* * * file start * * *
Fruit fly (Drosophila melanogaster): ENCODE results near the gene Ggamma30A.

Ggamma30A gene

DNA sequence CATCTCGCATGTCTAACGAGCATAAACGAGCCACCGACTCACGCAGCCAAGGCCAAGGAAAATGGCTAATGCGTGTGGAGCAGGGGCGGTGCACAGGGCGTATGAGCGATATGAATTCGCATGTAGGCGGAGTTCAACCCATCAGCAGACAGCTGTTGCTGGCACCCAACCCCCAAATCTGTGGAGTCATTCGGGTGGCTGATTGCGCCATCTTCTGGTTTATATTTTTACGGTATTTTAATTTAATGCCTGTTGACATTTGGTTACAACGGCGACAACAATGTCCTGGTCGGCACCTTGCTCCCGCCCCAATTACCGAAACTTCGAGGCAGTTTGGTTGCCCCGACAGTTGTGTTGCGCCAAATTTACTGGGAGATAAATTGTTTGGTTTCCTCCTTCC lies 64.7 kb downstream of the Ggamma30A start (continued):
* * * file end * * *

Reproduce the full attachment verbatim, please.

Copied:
Fruit fly (Drosophila melanogaster): ENCODE results near the gene Ggamma30A.

Ggamma30A gene

DNA sequence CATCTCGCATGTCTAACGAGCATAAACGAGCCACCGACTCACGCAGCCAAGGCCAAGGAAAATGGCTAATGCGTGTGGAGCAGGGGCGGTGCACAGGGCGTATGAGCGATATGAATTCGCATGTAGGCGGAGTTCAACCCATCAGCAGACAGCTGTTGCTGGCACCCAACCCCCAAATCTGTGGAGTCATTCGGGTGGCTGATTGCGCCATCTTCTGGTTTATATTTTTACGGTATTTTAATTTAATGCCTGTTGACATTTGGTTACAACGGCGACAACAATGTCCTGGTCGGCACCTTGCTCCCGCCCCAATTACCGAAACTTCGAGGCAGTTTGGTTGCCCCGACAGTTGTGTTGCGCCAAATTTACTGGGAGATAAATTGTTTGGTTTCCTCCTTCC lies 64.7 kb downstream of the Ggamma30A start (continued):